I absolutely loved Lies and Other Acts of Love! I am so thrilled that Kristy is here today to talk about the 'voices' she hears when she is working on her books.
Welcome to The Book Bag, Kristy ~~ I have heard other authors say that they 'hear voices in their head' and that is how they write their books: the characters are telling their stories. Not being a writer myself, that concept has always intrigued me. Does this happen to you? How do you come up with your stories?
Good morning, Book Bag readers! I’m going to be honest. The idea of “guest posts” is sometimes kind of scary to me. I want to say something entertaining but informative, something new that isn’t the same old guest post you read on every book blog. So I was EXTREMELY excited when Susan wrote me and asked me to write a guest post on a very specific topic: the voices I hear in my head! Thanks, Susan, for giving me something so fun to think about! And thanks to all of Susan’s fabulous readers for spending a few minutes with me! If you’re looking for some new “voices” to read, check out my new novel Lies and Other Acts of Love!
|Kristy Woodson Harvey|
I’d never given that much thought to the “voices,” really. That’s probably a good thing because I would have taken myself right to the neurologist if I had.
In fact, it wasn’t until I was at the Southern Festival of Books in Nashville last year, talking about Dear Carolina, that I really even considered them. As another author and I were discussing “hearing” our characters, an audience member raised her hand and said, “Do you think these voices are a mental health concern?”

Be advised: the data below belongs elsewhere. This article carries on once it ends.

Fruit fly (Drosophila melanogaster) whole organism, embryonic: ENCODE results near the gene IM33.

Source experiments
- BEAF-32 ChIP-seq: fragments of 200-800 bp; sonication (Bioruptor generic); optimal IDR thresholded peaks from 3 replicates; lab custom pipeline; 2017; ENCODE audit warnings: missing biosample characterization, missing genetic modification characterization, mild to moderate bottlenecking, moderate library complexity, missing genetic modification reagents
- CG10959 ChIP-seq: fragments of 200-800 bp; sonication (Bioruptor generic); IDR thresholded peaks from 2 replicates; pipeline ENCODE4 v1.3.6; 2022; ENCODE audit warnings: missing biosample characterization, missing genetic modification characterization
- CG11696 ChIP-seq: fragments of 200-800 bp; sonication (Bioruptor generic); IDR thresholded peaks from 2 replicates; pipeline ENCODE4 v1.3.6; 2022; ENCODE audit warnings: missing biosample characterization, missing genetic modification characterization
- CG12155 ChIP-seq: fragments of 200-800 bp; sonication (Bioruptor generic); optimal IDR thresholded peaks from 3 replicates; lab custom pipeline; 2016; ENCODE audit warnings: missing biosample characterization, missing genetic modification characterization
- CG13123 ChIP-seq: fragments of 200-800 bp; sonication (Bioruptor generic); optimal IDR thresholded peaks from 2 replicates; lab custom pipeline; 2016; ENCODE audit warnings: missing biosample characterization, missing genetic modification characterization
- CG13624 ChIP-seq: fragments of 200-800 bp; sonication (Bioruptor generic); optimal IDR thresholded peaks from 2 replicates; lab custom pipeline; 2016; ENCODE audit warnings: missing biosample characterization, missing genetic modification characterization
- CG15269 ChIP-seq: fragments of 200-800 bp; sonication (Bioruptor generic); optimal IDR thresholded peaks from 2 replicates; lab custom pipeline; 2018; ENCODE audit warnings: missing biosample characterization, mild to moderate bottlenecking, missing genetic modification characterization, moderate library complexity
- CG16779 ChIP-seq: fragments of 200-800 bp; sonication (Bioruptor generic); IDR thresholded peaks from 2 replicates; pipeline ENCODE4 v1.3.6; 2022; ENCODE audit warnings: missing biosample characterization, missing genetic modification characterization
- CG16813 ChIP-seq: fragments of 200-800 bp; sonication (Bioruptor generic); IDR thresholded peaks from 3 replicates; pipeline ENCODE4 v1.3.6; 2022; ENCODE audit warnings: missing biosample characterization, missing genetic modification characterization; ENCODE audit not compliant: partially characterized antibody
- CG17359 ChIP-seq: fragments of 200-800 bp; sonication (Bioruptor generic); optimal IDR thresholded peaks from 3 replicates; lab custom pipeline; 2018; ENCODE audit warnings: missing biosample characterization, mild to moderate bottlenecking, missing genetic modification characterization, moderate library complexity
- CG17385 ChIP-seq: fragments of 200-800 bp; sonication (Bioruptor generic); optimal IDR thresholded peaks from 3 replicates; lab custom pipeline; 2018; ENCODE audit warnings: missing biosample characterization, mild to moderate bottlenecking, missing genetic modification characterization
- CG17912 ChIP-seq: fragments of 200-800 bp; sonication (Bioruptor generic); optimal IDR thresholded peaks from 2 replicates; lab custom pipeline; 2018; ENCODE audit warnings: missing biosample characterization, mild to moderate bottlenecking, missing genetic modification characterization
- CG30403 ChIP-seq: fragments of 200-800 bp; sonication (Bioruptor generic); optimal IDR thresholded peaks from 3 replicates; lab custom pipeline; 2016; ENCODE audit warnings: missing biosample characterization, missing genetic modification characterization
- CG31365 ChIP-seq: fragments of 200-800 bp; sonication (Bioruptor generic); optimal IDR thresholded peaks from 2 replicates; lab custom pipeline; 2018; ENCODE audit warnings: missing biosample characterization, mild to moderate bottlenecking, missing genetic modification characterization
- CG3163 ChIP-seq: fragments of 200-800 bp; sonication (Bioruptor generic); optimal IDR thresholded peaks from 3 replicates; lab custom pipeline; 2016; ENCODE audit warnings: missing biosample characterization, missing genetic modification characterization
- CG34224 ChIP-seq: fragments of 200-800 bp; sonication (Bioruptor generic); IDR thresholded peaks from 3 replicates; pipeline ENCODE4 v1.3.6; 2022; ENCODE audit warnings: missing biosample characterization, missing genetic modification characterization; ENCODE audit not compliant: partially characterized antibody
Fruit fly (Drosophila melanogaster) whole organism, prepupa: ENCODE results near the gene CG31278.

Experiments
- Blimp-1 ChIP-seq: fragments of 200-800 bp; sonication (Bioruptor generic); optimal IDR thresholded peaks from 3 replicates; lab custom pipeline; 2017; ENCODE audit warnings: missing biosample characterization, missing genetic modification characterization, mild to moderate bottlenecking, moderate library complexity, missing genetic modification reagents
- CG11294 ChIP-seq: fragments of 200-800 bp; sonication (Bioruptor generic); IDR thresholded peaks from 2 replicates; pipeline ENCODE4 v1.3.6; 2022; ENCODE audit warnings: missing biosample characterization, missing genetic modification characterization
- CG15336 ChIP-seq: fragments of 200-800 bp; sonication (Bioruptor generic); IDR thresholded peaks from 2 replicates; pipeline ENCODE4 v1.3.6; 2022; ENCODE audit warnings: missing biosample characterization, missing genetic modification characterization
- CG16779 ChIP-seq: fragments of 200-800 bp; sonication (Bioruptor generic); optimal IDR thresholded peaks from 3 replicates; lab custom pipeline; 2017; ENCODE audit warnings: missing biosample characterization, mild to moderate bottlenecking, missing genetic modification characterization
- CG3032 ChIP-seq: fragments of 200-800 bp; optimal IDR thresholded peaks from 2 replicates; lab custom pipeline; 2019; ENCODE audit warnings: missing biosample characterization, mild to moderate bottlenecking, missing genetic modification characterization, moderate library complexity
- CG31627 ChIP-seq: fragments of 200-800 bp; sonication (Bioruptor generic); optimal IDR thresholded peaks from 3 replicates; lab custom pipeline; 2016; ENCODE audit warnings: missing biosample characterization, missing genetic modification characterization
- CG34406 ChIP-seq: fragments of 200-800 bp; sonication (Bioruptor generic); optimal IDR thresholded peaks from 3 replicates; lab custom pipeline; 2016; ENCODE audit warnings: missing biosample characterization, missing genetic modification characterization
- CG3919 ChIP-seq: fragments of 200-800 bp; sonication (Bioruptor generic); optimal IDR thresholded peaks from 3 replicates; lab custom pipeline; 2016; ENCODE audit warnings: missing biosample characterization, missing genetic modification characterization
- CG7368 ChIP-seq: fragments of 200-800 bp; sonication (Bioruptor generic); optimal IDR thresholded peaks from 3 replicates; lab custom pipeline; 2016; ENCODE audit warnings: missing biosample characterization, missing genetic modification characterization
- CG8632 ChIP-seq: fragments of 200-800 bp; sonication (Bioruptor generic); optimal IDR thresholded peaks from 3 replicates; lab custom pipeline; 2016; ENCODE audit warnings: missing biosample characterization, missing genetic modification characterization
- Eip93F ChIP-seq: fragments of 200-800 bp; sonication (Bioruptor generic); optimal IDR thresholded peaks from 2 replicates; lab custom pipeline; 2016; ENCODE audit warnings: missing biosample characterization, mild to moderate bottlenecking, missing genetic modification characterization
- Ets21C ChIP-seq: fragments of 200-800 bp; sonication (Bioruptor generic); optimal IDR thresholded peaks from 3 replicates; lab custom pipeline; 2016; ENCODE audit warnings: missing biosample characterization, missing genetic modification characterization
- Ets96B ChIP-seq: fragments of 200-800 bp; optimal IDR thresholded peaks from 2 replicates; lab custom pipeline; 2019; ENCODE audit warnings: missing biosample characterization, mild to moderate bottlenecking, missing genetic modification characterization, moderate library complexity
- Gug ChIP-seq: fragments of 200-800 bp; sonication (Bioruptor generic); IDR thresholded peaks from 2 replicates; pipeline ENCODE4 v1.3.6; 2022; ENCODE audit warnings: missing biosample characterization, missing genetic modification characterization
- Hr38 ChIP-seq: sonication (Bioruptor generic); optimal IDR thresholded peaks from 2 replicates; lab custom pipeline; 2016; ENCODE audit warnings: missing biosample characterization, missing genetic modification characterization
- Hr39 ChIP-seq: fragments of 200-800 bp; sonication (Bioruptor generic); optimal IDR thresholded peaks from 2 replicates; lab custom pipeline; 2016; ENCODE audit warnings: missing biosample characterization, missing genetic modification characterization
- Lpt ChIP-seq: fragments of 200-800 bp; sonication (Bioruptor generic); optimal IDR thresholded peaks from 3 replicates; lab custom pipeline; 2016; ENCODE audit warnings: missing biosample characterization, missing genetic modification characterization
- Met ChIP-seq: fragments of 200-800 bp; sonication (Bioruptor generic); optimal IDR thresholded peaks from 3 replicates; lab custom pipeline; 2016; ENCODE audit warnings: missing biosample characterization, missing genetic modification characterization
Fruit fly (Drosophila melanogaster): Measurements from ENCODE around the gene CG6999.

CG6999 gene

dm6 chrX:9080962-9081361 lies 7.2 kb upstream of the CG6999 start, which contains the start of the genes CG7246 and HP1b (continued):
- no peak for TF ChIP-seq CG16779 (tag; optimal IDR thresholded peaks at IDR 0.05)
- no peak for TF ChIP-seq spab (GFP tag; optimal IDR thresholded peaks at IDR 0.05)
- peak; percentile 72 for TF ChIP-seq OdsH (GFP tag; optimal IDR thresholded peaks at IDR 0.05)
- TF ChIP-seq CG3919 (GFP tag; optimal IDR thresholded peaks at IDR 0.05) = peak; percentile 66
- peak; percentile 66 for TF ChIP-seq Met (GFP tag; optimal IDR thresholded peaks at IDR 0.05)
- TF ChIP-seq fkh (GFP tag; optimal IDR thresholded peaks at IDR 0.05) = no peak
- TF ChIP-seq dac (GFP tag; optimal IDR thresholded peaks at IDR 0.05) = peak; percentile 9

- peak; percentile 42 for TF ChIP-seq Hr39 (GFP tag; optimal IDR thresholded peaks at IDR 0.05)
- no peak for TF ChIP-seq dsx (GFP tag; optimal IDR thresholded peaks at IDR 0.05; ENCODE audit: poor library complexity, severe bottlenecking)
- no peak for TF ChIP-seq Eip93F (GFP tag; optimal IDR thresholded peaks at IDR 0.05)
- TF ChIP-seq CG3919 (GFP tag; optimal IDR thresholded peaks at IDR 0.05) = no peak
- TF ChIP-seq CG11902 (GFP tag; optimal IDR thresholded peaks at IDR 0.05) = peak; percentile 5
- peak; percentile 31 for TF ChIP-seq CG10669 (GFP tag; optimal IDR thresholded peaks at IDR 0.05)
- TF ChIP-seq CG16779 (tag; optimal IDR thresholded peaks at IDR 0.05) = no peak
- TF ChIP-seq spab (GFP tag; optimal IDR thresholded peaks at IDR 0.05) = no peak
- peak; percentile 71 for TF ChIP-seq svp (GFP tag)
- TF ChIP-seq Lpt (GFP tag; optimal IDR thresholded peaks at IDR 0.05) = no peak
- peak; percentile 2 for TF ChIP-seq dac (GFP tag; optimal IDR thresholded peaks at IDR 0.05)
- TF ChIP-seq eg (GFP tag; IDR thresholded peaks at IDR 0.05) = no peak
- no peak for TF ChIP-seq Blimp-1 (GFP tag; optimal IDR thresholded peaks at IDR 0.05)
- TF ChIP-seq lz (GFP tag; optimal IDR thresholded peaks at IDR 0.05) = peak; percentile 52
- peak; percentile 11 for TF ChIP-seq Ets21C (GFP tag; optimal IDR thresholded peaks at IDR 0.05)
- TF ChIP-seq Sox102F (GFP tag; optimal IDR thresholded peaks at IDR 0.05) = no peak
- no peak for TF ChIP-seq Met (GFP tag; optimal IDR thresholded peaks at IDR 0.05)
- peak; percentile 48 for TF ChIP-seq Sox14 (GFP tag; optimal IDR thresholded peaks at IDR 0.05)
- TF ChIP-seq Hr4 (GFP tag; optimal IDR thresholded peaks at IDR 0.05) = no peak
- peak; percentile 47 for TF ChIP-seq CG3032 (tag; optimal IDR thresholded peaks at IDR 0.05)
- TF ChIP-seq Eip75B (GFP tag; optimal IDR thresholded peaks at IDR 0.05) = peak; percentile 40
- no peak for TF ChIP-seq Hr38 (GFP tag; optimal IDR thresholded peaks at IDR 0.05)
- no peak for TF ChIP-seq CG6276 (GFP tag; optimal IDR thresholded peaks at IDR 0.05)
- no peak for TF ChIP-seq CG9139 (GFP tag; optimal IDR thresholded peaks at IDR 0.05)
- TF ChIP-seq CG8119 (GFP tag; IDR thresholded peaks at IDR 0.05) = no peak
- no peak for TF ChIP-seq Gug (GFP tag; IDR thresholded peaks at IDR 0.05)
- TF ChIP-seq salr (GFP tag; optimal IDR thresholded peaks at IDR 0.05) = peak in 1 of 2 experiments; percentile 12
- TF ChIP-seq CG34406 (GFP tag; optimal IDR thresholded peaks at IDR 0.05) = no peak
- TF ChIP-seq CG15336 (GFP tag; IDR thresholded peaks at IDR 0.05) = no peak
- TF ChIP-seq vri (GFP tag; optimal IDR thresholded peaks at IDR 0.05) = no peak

I laughed, and the incredibly quick-witted Amanda Eyre Ward, who was on the panel with me, picked up her phone and said, “I’m not sure. Let me call my therapist.”
We all got a good laugh. Since then, I have recognized that most people don’t hear voices in their head—and consider it a good thing! But, for a lot of the writers I know, a lack of voices would be a serious occupational hazard, the ultimate writers block. Because, without characters, writing novels would be a little tricky!
I’ve paid more attention to these characters that I hear talking to me lately, trying to figure out how to describe them for this very post. The best way I can explain it is that it’s more like playing out a conversation in my head. Say, for example, you were going in to have a particularly difficult discussion with your best friend. You know, probably that one about how she keeps picking the same horrible guy over and over again? And you were planning what you were going to say and then you could imagine what she would say back, how she would cross her arms, and her voice would get high and squeaky when she argued that it was different this time. And how you wouldn’t say anything, but you would roll your eyes so she would know that it was So. Not. Different.
That’s how it happens for me. I mostly hear these characters talking when I’m writing them, when I’m plotting out what they would say or what they would do. They become very clear to me, as if they were real people.